Brute-force Password Attacks
Today's GCN Lab Review features a device that automatically cracks passwords on SD memory cards. The device, manufactured by ManTech, uses brute-force techniques to guess every word in the dictionary and then tries random combinations until it hits the password. Strong passwords can slow this process down, but unless there are brute-force protections built into the device, it is only a matter of time before the password is cracked.
This is a good opportunity to point out the brute-force protections that are standard on Kanguru secure USB flash drives. By default, Kanguru Defender and Defender Elite flash drives allow only 6 incorrect attempts before the drive is completely deleted and reformatted using a secure data wipe algorithm. Using Kanguru Administrator Tools, additional security measures can be configured, including:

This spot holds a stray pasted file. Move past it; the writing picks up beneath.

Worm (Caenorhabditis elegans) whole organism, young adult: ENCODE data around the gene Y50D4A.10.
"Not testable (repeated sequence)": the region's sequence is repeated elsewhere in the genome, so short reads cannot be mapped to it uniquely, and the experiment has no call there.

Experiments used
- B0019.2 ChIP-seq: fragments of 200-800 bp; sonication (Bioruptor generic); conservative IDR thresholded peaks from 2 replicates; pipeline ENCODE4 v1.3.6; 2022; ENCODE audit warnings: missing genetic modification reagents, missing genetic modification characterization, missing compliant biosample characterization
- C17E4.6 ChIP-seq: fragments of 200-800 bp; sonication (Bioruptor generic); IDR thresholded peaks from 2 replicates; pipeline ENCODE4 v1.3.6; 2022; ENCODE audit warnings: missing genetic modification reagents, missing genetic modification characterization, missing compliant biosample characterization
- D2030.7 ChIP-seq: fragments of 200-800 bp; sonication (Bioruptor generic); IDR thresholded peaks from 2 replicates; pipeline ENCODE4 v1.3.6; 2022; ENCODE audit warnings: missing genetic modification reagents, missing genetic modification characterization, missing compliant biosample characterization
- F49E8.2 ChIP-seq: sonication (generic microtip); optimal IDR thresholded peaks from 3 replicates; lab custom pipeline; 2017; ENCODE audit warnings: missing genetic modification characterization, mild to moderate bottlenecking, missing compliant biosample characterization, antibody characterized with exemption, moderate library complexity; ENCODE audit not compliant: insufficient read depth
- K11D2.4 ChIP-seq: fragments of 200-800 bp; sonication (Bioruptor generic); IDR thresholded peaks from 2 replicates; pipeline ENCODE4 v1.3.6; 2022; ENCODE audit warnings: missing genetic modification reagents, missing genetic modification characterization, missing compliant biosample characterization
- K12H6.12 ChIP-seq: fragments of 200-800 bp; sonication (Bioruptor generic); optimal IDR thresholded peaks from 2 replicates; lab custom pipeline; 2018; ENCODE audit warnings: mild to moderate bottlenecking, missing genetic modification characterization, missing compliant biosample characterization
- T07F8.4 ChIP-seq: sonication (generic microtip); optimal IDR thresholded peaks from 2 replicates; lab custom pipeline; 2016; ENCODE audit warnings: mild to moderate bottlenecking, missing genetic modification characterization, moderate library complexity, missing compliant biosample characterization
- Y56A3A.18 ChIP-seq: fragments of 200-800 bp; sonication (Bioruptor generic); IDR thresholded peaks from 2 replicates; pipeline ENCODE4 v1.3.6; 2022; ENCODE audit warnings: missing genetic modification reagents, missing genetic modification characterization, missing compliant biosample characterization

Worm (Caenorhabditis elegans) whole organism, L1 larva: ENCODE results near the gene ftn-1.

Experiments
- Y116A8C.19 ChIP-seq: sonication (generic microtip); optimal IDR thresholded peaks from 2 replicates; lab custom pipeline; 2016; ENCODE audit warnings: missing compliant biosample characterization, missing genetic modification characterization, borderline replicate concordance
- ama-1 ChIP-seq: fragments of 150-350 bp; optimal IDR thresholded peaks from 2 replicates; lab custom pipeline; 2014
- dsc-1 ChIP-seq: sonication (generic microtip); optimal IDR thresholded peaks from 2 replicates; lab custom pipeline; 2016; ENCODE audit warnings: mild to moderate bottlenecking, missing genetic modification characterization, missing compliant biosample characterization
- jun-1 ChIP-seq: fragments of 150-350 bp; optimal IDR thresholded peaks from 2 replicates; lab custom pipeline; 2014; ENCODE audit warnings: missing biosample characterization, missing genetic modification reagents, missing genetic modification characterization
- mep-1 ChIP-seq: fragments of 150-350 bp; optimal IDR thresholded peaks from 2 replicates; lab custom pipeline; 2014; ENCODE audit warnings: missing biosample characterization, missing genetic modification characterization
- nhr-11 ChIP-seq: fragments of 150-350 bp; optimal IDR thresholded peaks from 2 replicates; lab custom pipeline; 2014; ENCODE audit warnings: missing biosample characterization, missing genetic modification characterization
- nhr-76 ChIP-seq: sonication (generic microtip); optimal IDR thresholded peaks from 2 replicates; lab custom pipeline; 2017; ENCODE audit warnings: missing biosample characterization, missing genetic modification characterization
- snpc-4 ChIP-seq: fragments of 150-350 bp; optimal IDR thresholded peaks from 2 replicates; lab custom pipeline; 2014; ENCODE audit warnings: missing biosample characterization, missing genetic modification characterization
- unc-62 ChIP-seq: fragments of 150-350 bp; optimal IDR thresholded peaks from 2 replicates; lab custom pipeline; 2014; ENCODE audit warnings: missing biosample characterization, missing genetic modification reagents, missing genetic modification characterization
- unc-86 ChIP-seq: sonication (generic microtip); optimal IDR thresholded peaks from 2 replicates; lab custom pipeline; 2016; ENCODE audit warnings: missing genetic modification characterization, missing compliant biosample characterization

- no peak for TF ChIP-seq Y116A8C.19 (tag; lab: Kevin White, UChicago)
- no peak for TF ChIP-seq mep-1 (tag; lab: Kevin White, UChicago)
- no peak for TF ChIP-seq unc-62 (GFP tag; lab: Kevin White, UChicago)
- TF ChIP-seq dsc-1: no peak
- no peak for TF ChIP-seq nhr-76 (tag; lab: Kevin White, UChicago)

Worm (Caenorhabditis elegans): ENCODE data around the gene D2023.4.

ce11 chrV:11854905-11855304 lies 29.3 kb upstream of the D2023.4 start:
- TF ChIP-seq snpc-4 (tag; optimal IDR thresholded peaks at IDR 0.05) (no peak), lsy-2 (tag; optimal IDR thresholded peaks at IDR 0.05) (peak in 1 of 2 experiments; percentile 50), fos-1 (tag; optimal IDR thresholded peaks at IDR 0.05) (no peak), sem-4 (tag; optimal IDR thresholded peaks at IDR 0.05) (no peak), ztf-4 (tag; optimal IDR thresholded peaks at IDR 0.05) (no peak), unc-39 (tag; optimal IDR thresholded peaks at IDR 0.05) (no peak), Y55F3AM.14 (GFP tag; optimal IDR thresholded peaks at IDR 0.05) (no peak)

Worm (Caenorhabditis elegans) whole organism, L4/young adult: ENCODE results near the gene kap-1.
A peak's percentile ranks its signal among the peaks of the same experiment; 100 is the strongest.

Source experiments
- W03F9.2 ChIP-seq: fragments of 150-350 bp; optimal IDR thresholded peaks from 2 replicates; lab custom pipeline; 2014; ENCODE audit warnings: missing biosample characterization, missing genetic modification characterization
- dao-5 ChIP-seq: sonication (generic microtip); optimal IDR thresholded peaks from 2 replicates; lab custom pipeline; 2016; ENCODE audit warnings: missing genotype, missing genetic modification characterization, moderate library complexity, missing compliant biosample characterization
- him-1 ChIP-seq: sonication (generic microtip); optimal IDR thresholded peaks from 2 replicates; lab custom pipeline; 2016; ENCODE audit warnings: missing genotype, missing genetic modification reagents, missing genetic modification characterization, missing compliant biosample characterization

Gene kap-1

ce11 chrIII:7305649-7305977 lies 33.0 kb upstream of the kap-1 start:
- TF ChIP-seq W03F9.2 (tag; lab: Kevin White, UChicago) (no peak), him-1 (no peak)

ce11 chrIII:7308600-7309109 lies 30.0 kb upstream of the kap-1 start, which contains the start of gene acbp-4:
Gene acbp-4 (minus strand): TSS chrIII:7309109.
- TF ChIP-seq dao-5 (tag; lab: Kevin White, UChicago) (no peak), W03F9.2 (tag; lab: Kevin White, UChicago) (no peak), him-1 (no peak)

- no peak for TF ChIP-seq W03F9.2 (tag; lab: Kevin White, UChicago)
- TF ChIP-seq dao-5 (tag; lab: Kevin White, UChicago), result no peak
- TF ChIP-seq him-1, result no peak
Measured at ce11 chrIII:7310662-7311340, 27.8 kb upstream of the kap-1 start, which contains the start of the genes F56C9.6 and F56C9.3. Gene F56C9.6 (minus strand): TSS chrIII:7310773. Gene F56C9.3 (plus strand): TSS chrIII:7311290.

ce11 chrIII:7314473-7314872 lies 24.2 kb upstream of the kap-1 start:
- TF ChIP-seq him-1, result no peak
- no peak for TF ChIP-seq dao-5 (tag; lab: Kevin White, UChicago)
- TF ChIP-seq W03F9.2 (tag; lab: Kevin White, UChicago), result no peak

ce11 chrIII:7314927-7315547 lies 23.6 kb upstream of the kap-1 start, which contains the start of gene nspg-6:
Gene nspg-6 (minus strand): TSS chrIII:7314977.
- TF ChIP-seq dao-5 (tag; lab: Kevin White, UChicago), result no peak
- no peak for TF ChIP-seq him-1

- Strong password enforcement - password length and content (upper case, lower case, number, special char)
- Force users to change password every 30 or 90 days, or at next login
- Restrict users from using the same password multiple times
- Customize the number of incorrect login attempts that are allowable
- Configurable options for brute-force prevention:
- Automatically delete all data (default)
- Activate time-out period (configurable time period)
- Disable the device until an Administrator unlocks it
These settings can also be remotely managed from anywhere in the world with Kanguru Remote Management Console.